Hispanics Could Deliver Congress To Democrats in 2014

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New analysis by Latino Decisions shows Hispanics in 44 battleground congressional districts held by Republicans are poised to make a difference next November. The study comes on the heels of a June 6th vote in which every house Republican voted to defund President Obama's Deferred Action for Childhood Arrivals (DACA). Democrats need to pick up 17 seats to have a different outcome in Congress, and this study reveals that the long talked about demographic shift is finally becoming imminent.

The study grouped the districts into “3 tiers” based on the likelihood that Hispanics could influence the outcome. The first tier includes Texas' 14th congressional district currently held by Randy Weber. In 2012, Obama lost the suburban Houston district to Mitt Romney 60/40 but Weber only beat his challenger by 8.9%, the Latino Voting Age population is 19.2%. A recent Gallup poll shows that 60% of Hispanics side with the Democrats' immigration policy. Republicans even ignore their own research when it conflicts with the prejudices of their primary voters. Texas Comptroller Susan Combs refused to reissue a 2006 state immigration study that found that deporting Texas' 1.4 million undocumented immigrants would have a $17.7 billion negative impact on the state's economy.

Some Republicans have acknowledged their electoral plight if the growing population of Hispanics view their party as hostile, yet for years Republicans have tried to woo Hispanics through the prism of conservative Christianity while adding barriers to immigration, voting, and access to healthcare. The tactic doesn't seem to be working as a poll in June by Latino Decisions found that only 8% of Hispanics have a “very favorable” view of Republicans, with 25% as “somewhat favorable”. Despite these numbers and Hispanics' overwhelming support for immigration reform, those in the rightwing “conservative” media continue to attack Republicans who lend any support for the idea.

Texas Attorney General Greg Abbott, now running for Governor, loves to tout his wife's half-hispanic roots but spent the last several years suing the federal government for the right to implement the state's discriminatory redistricting maps, restrictive voting requirements and to deny citizens the benefits of the Affordable Care Act.

To further illustrate the depth of Irony, a former Republican state representative who is also Hispanic was recently “treated like a drug dealer” on an otherwise routine traffic stop. The former Rep. was wearing his Greg Abbott for Governor t-shirt and was on his way to meet with Senator John Cornyn (to talk immigration?) when Immigration and Customs Enforcement began to question him before his car was impounded. During past legislative debates around sanctuary cities and voter ID Republican Hispanic representatives have claimed they have never received any discrimination when asked how such laws might affect those in the Hispanic community.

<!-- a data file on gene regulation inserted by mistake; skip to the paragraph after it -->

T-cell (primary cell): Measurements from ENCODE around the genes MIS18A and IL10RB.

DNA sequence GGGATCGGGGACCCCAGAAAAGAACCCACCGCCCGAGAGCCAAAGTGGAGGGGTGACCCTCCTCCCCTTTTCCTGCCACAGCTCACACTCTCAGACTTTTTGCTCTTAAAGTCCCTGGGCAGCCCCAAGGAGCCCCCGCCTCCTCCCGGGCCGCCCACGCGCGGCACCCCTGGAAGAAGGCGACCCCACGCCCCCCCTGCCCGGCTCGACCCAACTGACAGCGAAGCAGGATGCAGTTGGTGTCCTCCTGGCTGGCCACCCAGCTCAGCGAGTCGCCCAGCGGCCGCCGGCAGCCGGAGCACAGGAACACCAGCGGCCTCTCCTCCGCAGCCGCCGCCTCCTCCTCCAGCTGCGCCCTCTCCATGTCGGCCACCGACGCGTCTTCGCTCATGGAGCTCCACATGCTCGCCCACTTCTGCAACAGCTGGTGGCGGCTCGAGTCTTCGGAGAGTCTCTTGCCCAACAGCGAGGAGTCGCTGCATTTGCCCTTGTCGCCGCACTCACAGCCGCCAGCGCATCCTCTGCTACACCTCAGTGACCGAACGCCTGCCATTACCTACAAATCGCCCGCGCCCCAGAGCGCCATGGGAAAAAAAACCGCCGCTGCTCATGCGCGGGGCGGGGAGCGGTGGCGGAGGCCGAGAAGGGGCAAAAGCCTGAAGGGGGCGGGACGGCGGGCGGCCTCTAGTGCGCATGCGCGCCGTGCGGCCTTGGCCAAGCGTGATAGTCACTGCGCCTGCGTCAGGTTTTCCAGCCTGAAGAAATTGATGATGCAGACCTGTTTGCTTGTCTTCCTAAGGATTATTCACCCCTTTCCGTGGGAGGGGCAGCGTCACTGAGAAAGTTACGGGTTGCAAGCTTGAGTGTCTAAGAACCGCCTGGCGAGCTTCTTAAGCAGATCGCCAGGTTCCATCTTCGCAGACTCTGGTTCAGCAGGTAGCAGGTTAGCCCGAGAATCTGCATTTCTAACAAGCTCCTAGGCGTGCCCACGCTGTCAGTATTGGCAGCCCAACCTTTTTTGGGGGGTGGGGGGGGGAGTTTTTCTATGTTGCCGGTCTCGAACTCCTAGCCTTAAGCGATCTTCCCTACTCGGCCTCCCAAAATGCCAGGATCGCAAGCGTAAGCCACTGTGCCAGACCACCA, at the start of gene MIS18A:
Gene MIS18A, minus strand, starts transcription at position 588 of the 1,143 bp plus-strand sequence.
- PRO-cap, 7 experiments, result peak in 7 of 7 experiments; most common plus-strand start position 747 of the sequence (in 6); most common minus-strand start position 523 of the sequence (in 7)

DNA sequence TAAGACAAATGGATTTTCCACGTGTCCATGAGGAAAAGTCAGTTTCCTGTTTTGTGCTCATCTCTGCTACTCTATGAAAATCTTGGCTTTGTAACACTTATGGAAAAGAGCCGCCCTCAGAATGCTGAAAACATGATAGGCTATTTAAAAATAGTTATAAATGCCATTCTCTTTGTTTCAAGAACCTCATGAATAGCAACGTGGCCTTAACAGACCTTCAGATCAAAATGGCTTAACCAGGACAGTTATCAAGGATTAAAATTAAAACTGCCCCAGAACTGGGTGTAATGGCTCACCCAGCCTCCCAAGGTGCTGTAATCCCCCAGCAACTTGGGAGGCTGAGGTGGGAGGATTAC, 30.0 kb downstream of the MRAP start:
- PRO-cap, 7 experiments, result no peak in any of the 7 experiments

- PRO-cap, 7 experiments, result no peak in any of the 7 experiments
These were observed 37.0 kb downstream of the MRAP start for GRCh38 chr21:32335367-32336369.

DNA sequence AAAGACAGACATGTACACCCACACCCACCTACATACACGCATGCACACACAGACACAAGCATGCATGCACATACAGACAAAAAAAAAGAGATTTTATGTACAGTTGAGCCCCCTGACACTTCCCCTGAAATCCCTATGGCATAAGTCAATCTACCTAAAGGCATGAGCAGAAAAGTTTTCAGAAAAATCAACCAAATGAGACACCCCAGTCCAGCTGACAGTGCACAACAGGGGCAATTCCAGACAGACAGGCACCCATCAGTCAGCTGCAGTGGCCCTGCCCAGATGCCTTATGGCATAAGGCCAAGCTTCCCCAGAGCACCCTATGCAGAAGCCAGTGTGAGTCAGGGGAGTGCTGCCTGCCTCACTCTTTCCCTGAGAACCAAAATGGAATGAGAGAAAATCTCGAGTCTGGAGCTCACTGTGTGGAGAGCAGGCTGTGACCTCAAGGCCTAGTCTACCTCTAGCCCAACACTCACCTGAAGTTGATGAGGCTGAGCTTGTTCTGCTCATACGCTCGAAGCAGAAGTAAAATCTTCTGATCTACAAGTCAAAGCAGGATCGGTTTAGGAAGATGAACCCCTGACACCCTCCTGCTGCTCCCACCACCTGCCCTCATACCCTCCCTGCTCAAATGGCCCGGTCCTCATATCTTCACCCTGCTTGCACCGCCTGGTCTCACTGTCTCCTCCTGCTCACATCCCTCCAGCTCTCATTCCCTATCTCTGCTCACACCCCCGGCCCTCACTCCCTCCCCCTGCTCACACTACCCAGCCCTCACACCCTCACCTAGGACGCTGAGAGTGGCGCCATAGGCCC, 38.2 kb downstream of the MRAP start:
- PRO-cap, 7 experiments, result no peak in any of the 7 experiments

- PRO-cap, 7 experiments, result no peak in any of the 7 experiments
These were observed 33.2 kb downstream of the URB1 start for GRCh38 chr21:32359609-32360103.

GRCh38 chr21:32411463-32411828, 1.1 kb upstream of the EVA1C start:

The former state rep. was asked about the “extremely disrespectful” treatment and told the Texas Tribune, “They assumed I was guilty, and they expected me to prove that I was innocent.” Unfortunately, that's how all too many Hispanics feel in Texas, and who can blame them when listening to the current national debate on immigration?


About Author

Joe Deshotel

Joe was born and raised in Beaumont, Tx, but live music and politics brought him to Austin. He has worked in and around government and elections for over a decade including for a member of US Congress, the Texas Legislature, the Mayor of Austin. He currently serves as Communications Director for the Travis County Democratic Party. He is most interested in transportation, energy and technology issues. He also likes Texas Hold'em and commuting on his electric skateboard. Follow me on Twitter at @joethepleb.


  1. Sure Hope you are right
    I hope you are right about the 14th Congressional District.  

    But I doubt it.  I doubt you can count on demographic changes to trump lack of effective organization and campaign know how in the Democrat Party in this District.  It is still early, but I see no reason to doubt what I am saying.  

    Is anybody listening out there?  

  2. Can we stop with wishing for demographic miracles?
    First, younger Hispanics are more likely than elders or grand-elders to be evangelical Protestants. So, that part of the GOP appeal isn't all wet.

    Second, nationally, younger Hispanics are increasingly identifying as “independent” rather than D, or R. Don't count those unhatched chickens.

    That's just two of many reasons to put a bit of cold water on stuff like this. I have more here: http://socraticgadfly.blogspot

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